There is a gradual trend that we see in bounce rate increases and how they correlate with longer TTI measurements. What is a bit surprising is that there was only a 45% increase in average bounce rates among the sites with the lowest average. time for interactive and the sites with the highest average. time to interactive measurements.
Time to impact interactive time on page?
We already know that TTI has an impact on bounce rates (single page views less than 30 seconds). This means that there will be a somewhat obvious correlation between TTI and the amount of time a visitor spends on their initial pageview.
The correlation is actually very slight. You can see the average page view duration decreasing slightly on the trend line as the avg. site THAT TTI goes up.
It is very important to note that most outliers that exceed the average page view duration times have a TTI of at least 10 seconds. In fact, all sites with an average pageview duration of 8 minutes saw a TTI of less than 8 seconds. Average page view duration didn’t really start to trend downward for most publishers until TTI reached beyond 7.9 seconds.
It seems that most publishers have sites with a TTI that is low enough to prevent them from experiencing a significant decrease in page view duration.
If there is one tip for publishers looking to maximize time on page (which correlates with better ad rates in many cases), we recommend getting TTI below 10s if possible.
Average TTI and its correlation with total page load time
Not surprisingly, the highest correlation we found when examining how TTI affects website revenue, user experiences, and speed measurements was the correlation between TTI and total page load time. It is somewhat counterintuitive that if a site takes longer to initially load content than the total time to load the page would be longer as well.
Total page load time is the point at which a visitor’s browser fully loads a page, including all scripts, ads, and assets.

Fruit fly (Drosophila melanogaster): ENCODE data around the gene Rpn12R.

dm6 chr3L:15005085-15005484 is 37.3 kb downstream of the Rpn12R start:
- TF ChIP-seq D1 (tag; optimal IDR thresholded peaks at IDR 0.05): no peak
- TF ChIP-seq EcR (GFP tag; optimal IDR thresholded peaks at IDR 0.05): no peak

Does total page load time affect page RPM?
We found that total page load time had no significant correlation with objective visitor experiences or website ad revenue beyond the correlation we see between TTI and total page load time.
Not surprisingly, TTI is a better predictor of how revenue is affected by page speed. TTI is what will be most likely to affect a visitor’s physical ability to access and engage with the content. Visitor engagement is what advertisers look for when placing ads on a page. That’s why we strongly improve Total Session Revenue (EPMV) when publishers increase engagement time on their website.
The advantage in reviewing this particular data is that if a publisher wants to focus on site speed as a means of improving visitor experiences and website revenue, they should focus their attention on improving TTI over total time page load or TTFB (which had the poorest correlation with revenue and bounce rates).
What is a good time for interactive (TTI)?
Often, it’s easy to simplify questions by asking what a “good” web metric is. While the act of comparison can be a useful way to compare aspects of your web property, it’s important to remember that every site is different. A better way of saying this might be that all audiences are different.
As we see above, bounce rates, page RPMs, and other metrics influence many sites in different ways. TTI is not a metric for which we can easily establish an optimal number.
The average TTI of the +1,000 publishers in our previous dataset was 5.2s. This included a wide mix of different publishers. This includes data from major brands, bloggers, and even informational sites with audiences that have limited access to a fast internet connection. An acceptable or optimal TTI will be different for each of them.
For brand publishers and bloggers with audiences located primarily in countries with fast internet connections, we found that the average TTI was lower than the overall average.
Whether optimizing for bounce rates, page RPM, or even page view duration, we actually saw that the threshold for non-optimal TTI scores is much higher than someone would normally predict.
In most cases, bounce rates, page RPMs, and time on page were not statistically negatively affected unless the average TTI was above 10s for most sites.
If a publisher is looking at what they can do with this information, the key takeaway might be to try and optimize TTI to be below 10s on average.
How do I get a lower TTI (interactive time) on my website?
Server response time and hosting will play a role in all of this. It’s worth monitoring average server response time and understanding how your host might be influencing TTI. More importantly, implementing a CDN (content delivery network ), such as Cloudflare, can also go the way of improving TTI.
(For Ezoic users: Ezoic offers a free CDN through the caching app in the app store)